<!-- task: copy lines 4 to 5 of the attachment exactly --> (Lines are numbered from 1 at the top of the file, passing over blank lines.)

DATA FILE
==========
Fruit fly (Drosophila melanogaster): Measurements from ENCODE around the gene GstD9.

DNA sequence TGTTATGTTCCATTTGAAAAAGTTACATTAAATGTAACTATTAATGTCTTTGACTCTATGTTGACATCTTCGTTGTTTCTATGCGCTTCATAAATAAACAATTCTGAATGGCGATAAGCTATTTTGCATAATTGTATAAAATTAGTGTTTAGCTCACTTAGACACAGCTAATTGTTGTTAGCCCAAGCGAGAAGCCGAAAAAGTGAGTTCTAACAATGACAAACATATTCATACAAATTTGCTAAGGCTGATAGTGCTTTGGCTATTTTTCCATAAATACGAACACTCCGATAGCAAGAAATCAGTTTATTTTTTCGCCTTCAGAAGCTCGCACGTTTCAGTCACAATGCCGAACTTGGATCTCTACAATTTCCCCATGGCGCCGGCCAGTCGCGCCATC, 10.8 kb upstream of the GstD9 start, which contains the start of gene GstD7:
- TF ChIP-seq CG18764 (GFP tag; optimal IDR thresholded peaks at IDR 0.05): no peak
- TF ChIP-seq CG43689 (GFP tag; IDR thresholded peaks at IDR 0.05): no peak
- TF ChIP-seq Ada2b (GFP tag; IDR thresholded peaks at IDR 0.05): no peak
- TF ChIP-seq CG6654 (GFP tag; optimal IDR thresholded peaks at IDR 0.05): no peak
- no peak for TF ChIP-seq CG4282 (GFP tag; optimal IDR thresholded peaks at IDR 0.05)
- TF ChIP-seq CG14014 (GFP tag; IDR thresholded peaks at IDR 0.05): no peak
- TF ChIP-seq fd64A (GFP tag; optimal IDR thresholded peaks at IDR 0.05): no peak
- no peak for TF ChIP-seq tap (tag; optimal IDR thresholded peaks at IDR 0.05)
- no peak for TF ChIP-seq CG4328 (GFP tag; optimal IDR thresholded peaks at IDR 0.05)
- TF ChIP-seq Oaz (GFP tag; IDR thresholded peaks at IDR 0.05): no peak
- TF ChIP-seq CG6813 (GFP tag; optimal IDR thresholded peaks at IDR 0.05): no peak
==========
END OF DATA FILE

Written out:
- TF ChIP-seq CG43689 (GFP tag; IDR thresholded peaks at IDR 0.05): no peak
- TF ChIP-seq Ada2b (GFP tag; IDR thresholded peaks at IDR 0.05): no peak